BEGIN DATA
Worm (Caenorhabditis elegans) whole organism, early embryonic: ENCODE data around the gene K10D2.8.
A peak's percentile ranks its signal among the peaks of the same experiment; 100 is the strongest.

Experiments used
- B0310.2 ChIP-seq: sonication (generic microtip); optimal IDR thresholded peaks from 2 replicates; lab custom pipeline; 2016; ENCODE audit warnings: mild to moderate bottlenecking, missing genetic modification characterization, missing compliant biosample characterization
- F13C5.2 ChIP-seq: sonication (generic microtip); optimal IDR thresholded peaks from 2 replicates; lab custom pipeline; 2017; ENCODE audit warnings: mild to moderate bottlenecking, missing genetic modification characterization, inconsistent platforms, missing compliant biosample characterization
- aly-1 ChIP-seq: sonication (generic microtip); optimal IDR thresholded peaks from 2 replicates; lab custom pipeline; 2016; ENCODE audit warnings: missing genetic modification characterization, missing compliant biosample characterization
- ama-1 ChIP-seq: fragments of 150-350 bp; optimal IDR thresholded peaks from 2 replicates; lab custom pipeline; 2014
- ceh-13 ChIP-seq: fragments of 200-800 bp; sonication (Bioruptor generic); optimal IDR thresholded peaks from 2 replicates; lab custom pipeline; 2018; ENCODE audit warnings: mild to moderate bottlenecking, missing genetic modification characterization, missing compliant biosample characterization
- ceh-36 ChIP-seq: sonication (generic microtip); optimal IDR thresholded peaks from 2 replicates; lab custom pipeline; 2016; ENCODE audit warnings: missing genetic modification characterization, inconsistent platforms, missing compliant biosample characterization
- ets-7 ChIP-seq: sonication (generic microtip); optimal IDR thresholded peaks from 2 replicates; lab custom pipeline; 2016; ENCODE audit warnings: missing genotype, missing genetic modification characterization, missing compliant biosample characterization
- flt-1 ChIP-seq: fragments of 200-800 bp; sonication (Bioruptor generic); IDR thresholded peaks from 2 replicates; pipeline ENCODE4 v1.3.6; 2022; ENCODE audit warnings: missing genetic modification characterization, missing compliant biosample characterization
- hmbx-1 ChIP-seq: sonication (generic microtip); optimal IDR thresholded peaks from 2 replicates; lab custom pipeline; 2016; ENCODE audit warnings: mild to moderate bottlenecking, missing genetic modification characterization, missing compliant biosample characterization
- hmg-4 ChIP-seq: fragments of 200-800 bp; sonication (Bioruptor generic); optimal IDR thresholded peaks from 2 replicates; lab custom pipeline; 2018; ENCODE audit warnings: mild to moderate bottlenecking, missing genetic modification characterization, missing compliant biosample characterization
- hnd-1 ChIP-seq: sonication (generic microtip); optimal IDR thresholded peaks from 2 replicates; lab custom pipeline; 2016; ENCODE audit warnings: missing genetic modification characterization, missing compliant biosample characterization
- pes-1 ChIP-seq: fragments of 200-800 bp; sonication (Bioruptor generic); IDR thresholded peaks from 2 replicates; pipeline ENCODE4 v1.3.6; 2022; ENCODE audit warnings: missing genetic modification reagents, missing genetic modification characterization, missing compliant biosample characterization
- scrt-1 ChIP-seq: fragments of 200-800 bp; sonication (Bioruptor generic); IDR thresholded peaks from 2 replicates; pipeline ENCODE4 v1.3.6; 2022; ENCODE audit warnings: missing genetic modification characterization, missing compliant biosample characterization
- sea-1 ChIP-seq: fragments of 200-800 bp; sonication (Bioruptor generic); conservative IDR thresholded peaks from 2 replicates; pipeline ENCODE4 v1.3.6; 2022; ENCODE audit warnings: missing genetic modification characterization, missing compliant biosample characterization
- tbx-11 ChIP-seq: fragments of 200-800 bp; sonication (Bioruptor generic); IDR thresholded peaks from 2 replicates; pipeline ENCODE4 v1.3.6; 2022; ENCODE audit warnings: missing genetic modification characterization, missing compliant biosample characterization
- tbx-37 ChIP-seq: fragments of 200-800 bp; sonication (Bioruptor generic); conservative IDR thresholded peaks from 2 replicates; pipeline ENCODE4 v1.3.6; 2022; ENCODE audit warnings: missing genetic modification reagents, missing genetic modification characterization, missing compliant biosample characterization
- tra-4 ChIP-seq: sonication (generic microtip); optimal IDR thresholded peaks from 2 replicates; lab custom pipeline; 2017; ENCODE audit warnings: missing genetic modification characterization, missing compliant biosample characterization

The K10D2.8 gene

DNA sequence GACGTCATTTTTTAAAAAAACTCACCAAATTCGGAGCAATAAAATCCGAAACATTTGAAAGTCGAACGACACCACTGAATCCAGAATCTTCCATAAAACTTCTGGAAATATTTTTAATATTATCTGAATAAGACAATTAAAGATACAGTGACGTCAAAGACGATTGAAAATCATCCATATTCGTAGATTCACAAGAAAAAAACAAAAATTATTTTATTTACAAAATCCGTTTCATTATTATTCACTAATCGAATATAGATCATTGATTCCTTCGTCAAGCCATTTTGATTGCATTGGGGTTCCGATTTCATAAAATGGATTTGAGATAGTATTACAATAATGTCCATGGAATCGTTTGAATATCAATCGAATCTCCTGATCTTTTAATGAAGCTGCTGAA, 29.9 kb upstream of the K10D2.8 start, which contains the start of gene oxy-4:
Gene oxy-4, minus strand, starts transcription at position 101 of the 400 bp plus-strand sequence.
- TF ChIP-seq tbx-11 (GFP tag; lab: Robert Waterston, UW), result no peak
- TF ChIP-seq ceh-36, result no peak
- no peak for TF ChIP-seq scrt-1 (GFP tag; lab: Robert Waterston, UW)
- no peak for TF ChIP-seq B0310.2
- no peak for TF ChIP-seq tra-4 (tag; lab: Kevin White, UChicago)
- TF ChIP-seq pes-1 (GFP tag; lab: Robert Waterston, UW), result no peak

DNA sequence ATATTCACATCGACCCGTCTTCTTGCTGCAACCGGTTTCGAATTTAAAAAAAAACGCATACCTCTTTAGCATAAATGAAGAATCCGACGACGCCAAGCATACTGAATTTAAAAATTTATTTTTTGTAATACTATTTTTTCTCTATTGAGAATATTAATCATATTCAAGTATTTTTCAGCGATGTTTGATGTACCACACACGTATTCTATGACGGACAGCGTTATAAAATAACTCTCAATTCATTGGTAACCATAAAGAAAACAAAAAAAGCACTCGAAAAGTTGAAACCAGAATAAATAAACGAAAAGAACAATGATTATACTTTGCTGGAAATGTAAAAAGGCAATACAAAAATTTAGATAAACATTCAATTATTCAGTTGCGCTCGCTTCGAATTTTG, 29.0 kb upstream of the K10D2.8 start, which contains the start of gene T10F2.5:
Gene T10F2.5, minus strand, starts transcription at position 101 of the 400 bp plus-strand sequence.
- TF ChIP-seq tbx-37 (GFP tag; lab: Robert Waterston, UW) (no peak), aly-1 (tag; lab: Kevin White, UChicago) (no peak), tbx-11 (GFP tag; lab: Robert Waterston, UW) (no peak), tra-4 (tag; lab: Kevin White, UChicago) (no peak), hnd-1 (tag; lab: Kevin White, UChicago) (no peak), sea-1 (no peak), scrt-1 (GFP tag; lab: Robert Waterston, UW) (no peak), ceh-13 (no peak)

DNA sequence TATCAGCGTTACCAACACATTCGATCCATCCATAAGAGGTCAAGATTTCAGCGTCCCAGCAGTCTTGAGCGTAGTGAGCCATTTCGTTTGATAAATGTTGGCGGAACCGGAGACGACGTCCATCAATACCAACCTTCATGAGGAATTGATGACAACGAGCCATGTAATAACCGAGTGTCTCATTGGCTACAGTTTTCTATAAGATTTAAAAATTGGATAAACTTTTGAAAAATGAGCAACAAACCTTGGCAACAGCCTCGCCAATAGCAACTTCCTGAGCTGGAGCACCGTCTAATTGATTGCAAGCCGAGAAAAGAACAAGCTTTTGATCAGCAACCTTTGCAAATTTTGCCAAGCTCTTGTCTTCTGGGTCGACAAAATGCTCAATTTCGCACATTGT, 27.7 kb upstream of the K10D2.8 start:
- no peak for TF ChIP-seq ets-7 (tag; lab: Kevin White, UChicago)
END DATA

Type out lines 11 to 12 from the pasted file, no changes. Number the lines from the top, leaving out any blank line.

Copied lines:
- flt-1 ChIP-seq: fragments of 200-800 bp; sonication (Bioruptor generic); IDR thresholded peaks from 2 replicates; pipeline ENCODE4 v1.3.6; 2022; ENCODE audit warnings: missing genetic modification characterization, missing compliant biosample characterization
- hmbx-1 ChIP-seq: sonication (generic microtip); optimal IDR thresholded peaks from 2 replicates; lab custom pipeline; 2016; ENCODE audit warnings: mild to moderate bottlenecking, missing genetic modification characterization, missing compliant biosample characterization